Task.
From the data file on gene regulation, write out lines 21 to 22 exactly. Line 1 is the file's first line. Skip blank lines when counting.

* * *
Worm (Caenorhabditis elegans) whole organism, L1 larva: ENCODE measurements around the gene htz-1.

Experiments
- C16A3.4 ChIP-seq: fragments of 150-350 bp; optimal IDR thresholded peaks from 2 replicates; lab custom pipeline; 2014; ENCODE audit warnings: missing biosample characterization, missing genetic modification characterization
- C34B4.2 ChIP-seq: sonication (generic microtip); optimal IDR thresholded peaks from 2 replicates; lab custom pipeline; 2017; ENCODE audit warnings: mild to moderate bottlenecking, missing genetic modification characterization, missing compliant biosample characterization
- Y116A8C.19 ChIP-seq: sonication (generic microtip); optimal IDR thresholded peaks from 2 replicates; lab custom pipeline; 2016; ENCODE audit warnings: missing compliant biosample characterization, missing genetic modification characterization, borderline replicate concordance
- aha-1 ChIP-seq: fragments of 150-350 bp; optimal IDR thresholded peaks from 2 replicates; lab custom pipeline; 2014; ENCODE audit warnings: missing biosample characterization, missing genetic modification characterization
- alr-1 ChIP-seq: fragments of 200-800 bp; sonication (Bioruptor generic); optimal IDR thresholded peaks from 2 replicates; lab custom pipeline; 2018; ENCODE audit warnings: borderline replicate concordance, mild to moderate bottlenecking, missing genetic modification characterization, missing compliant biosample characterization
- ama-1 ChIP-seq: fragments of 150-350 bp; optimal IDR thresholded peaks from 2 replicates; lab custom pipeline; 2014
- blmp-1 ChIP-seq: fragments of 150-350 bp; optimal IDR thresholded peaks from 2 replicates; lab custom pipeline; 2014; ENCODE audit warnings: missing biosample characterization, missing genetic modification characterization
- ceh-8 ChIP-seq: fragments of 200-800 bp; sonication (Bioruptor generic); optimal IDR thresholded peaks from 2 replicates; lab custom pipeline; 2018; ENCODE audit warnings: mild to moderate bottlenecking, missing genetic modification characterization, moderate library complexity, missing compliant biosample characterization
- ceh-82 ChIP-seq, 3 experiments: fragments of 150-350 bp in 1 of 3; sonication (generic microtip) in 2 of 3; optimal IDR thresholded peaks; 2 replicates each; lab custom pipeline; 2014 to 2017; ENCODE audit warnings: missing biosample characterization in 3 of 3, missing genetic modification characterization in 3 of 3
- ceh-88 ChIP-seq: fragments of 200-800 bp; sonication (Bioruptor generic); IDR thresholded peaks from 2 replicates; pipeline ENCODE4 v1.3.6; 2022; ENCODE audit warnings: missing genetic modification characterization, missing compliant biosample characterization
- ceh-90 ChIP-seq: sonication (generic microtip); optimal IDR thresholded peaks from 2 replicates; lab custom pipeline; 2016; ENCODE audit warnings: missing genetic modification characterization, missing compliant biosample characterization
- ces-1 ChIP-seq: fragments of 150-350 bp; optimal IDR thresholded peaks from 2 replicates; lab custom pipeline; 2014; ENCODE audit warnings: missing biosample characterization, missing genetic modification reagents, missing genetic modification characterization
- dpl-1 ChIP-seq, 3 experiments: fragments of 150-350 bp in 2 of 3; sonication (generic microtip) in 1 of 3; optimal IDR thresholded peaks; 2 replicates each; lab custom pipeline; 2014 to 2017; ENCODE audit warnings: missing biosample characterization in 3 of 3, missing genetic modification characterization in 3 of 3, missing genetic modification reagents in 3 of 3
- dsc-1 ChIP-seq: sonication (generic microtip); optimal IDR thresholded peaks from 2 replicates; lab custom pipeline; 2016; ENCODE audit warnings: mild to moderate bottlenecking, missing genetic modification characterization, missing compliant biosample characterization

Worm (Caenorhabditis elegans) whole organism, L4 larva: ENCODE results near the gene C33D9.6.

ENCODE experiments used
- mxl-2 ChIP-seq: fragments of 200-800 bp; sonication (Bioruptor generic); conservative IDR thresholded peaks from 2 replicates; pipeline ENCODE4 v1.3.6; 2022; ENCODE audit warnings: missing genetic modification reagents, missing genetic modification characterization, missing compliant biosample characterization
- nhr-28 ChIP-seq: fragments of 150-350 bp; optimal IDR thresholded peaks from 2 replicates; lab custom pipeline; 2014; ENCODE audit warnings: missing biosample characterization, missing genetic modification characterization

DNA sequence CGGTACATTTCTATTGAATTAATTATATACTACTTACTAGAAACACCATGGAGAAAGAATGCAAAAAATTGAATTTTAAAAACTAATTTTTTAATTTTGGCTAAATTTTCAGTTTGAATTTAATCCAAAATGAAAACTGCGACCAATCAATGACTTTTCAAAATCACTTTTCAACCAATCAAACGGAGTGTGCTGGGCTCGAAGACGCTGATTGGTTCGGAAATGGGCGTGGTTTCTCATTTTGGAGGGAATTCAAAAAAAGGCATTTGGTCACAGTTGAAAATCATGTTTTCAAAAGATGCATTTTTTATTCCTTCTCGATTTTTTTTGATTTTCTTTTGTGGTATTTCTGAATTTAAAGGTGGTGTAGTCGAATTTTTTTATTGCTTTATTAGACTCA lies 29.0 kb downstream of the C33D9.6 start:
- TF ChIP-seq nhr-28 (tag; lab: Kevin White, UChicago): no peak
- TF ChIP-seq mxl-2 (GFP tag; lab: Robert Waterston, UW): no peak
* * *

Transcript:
DNA sequence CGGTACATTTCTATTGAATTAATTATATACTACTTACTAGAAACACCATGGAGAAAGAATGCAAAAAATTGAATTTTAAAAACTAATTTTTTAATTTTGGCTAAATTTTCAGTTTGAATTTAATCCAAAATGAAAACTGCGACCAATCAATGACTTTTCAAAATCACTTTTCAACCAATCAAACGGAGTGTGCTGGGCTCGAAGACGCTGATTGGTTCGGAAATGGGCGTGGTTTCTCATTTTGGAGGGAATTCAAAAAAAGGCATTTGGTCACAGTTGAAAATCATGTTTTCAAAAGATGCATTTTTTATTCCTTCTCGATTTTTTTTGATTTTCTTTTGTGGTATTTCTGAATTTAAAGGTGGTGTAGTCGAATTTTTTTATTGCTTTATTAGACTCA lies 29.0 kb downstream of the C33D9.6 start:
- TF ChIP-seq nhr-28 (tag; lab: Kevin White, UChicago): no peak